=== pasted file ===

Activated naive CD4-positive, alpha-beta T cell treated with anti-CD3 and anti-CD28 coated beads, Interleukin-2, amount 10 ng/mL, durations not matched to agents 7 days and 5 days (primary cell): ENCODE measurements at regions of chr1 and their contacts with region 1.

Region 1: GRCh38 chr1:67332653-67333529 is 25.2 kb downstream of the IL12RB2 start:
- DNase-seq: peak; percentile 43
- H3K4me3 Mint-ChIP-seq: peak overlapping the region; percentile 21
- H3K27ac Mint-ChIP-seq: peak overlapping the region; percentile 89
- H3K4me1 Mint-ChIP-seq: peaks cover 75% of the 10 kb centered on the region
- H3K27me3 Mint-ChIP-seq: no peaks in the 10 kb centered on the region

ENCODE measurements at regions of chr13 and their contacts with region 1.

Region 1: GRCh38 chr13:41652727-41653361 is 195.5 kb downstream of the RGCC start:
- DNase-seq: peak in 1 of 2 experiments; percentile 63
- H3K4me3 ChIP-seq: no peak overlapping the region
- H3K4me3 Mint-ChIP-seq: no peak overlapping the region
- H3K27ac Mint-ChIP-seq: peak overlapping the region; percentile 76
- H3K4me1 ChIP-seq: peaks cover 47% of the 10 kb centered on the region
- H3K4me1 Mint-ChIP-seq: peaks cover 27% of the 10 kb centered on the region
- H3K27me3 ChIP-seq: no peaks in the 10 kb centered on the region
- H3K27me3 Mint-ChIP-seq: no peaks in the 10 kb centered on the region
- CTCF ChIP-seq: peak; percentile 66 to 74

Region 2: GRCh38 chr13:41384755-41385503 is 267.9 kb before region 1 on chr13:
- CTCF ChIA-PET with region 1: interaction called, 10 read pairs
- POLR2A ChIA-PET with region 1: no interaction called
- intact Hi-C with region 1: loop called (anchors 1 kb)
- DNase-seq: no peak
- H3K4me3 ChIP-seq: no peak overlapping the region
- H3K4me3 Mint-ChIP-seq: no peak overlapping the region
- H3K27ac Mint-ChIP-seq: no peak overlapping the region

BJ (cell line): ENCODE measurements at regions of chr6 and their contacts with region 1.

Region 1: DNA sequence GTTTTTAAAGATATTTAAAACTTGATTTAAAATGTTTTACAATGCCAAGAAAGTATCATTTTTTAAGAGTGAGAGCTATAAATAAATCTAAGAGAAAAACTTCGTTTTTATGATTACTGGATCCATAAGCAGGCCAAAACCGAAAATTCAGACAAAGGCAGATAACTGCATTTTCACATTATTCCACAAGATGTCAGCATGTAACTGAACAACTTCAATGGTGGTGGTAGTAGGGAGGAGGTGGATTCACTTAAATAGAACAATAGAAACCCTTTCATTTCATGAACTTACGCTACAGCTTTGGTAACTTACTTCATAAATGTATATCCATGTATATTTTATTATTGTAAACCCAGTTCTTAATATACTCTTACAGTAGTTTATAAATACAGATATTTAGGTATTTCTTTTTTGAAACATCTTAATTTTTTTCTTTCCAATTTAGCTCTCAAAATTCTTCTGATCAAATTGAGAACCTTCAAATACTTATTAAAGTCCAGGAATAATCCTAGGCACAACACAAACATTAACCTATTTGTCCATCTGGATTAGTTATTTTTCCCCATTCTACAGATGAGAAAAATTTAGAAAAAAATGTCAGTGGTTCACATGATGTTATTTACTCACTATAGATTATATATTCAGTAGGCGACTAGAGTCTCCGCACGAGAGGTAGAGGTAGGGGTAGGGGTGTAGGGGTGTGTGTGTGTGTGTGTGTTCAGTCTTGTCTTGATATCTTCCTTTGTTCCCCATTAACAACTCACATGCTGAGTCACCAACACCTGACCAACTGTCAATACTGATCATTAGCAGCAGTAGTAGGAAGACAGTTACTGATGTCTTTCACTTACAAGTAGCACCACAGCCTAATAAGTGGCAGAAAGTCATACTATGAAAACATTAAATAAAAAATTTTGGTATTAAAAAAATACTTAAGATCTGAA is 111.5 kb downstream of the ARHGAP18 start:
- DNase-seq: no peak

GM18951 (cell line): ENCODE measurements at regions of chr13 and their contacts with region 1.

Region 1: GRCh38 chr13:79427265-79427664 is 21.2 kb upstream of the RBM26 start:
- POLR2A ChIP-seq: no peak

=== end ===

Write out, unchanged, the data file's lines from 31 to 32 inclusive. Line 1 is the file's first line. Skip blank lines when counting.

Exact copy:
Region 1: GRCh38 chr13:79427265-79427664 is 21.2 kb upstream of the RBM26 start:
- POLR2A ChIP-seq: no peak